Into the machine, which was a trip in my current state. I actually thought the different noises were a type of music so it would not be boring for the patient. When I had another MRI a week later I realized the loud blasts of sound were definitely not music. Just shows that the brain has an amazing ability to compensate, cope and justify. The MRI was done, I was wheeled back upstairs and Lisa and her kids had arrived from Seattle. Our sons are the same age so they went off to get food. The kids dad arrived soon after from a different ferry. My mom was notified in Michigan, and she got the nurse on the phone to make sure they knew that I "drank alot of coffee." We got several days of humor out of that one, thanks Ma! A doctor came in the room and had me spell world backwards. This was a favorite game of Rose and mine when she was in elementary school - "backwards spelling bee." Infinity, Mississippi, Precocious, pick any big word and spell it backwards. He said world, and I thought SIMPLE! But I could not do it. I couldn't see the word in my head. I couldn't see the letters. I couldn't group the sounds. I also had sporadic bouts of not talking. And zoning out, not really sleeping, but off in la la land. Every hour they came in and did neurological tests, and every time they asked me to spell world backwards. I think by this time Rose and Wilder had been through my whole contact list and notified everyone. My blood pressure was elevated due to the stroke so they gave me something to lower it, then I was wheeled upstairs into a shared room. The same doctor that intimated that I could just be having some hormonal issues then came in and said very seriously... "well, you have had a stroke." And they would keep me for 24 hours and watch me since "any damage will occur during the next 24 hours" he then asked if I had any questions and left. My memory is not highly accurate from this era of strokehood, but I do remember being dumbfounded. And that he couldn't answer any questions that we posed. Rose's best friend and mother came by. The staff took me for a scan of my arteries and heart. Rose recognized a staffperson who worked in the hospital as being "the wasted funny woman at the 4th of July!" -- that is small town living for you! She said she was sorry to see me under these circumstances. To digress as I always do, that 4th of July was a great education for Rose on being drunk. Since everyone there but us was plowed and exhibiting all the classic types of drunk : from the I love you, man, to sad, to dangerous (carrying a open fire pit with a blazing fire on the back of a truck) to crazy, beligerant, and foul mouthed. It was nothing I could have taught her by telling her the intricacies of alcohol, she got to see it in all its stupid glory.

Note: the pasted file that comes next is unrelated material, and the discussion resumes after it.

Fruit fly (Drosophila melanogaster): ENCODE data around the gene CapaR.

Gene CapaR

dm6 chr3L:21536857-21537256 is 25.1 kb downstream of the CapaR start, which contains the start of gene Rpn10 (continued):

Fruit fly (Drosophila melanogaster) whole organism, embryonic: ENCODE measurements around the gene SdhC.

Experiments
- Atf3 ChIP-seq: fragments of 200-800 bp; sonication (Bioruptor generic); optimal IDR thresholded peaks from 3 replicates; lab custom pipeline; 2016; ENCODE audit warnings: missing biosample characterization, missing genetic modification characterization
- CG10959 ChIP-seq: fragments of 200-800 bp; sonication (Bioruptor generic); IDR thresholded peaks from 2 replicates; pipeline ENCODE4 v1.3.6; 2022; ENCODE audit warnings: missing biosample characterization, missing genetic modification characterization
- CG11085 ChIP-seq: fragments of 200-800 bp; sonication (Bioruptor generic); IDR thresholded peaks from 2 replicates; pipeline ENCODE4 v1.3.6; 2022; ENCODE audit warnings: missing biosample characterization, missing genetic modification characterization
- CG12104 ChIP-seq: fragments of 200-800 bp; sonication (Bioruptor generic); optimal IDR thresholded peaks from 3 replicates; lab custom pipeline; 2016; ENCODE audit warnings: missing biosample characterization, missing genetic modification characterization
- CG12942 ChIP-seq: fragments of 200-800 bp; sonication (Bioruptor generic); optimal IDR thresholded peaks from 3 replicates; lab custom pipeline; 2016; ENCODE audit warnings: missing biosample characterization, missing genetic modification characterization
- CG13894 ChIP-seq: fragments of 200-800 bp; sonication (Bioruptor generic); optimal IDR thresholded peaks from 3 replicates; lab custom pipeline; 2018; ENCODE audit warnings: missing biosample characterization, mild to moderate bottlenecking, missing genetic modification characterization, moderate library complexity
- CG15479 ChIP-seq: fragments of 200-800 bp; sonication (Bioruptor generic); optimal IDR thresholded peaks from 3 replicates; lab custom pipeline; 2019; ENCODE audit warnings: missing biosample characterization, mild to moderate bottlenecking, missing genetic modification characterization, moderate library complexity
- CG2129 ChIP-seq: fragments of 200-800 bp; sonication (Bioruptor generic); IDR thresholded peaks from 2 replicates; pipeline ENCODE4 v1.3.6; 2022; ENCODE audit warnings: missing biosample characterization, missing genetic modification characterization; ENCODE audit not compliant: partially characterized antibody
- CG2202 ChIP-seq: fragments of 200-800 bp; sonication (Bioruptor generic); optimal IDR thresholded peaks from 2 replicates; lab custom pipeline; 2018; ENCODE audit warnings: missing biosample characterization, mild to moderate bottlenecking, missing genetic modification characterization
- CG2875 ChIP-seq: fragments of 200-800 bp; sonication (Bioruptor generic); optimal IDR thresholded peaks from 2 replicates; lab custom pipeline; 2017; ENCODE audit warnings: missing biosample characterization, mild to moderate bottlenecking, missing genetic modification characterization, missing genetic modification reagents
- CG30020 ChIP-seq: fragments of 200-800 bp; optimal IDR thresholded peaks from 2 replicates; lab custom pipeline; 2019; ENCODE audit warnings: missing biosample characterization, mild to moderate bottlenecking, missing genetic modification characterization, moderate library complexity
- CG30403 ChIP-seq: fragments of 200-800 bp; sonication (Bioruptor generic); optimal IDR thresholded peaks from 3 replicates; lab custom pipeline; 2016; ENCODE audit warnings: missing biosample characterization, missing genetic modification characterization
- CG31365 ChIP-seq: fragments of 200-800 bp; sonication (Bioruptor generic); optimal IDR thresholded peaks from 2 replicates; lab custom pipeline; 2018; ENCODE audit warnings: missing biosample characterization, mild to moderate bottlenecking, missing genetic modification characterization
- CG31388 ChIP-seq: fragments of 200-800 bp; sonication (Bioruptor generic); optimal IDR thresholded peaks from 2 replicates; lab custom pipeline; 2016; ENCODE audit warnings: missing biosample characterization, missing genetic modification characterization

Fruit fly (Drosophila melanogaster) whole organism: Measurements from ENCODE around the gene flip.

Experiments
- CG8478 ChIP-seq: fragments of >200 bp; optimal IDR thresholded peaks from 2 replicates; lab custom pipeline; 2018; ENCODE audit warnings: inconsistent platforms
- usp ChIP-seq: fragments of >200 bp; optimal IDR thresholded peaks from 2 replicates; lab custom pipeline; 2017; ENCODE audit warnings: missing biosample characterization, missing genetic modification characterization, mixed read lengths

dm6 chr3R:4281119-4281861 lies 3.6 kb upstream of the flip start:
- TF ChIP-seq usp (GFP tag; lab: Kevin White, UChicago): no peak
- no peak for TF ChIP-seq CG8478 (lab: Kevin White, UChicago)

Anyway, back to stroke. Basically they were admitting me to the hospital for observation and stabilization. After a few hours everyone went home, that is when it got rough. What kept me together was a nurse named Sarah. Or I think her name was Sarah. My friend Lisa had drawn a picture of me on a horse on a whiteboard behind my bed. When Sarah was in folding my discarded clothes she commented on my pants and said she had a pair and loved them. I said they were great for riding because my childbirth pooch doesn't hang over the top, they are high enough. She laughed and agreed, turns out she had a horse too. I don't remember what we talked about regarding the stroke, but I remember her hug was deep and warm, and it felt like everything might be okay. I told her I felt like a sitting duck just waiting for brain damage to occur as the doctor said, and the fear I had for my children. Somehow she calmed me and listened. She also normalized things by bringing in her phone with pics of her horse and told me how she got it. Again, that the world did not just end, there are still stories being made, horses being ridden. It is wonderful to be pulled out of my own space into the bigger world. The nurse the next day told me Sarah used to be a bartender, so has finely honed listening skills. It was perfect for me, and the only manageable moment I remember from the hospital. That and my friend Evelyn's visit the next day, where she advocated for me and told me stories. My night nurse was brought over from another department, and not the brightest bulb. It is sad that me having had a stroke noticed the diminished mental capacities of someone taking care of me. Like when I told her in the wee hours of the morning that my blood pressure was too low... she didn't know that, and seemed confused as to what to do. But I survived the hospital and its parade of hush voiced PT's, OT's, and doctors.
Next... the neurologist in Seattle.